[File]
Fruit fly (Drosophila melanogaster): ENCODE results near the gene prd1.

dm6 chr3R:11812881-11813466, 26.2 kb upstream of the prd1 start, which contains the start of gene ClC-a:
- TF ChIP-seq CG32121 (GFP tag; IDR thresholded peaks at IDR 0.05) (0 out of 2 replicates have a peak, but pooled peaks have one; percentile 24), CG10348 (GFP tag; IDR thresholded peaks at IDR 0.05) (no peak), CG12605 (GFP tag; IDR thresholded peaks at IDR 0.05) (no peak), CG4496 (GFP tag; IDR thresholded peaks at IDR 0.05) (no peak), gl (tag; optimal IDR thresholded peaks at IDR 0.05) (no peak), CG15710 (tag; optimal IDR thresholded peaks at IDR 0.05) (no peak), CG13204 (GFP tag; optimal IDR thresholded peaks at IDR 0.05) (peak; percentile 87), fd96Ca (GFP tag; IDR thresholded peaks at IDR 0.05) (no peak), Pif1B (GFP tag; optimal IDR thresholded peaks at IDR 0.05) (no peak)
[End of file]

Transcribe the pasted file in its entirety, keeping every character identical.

Fruit fly (Drosophila melanogaster): ENCODE results near the gene prd1.

dm6 chr3R:11812881-11813466, 26.2 kb upstream of the prd1 start, which contains the start of gene ClC-a:
- TF ChIP-seq CG32121 (GFP tag; IDR thresholded peaks at IDR 0.05) (0 out of 2 replicates have a peak, but pooled peaks have one; percentile 24), CG10348 (GFP tag; IDR thresholded peaks at IDR 0.05) (no peak), CG12605 (GFP tag; IDR thresholded peaks at IDR 0.05) (no peak), CG4496 (GFP tag; IDR thresholded peaks at IDR 0.05) (no peak), gl (tag; optimal IDR thresholded peaks at IDR 0.05) (no peak), CG15710 (tag; optimal IDR thresholded peaks at IDR 0.05) (no peak), CG13204 (GFP tag; optimal IDR thresholded peaks at IDR 0.05) (peak; percentile 87), fd96Ca (GFP tag; IDR thresholded peaks at IDR 0.05) (no peak), Pif1B (GFP tag; optimal IDR thresholded peaks at IDR 0.05) (no peak)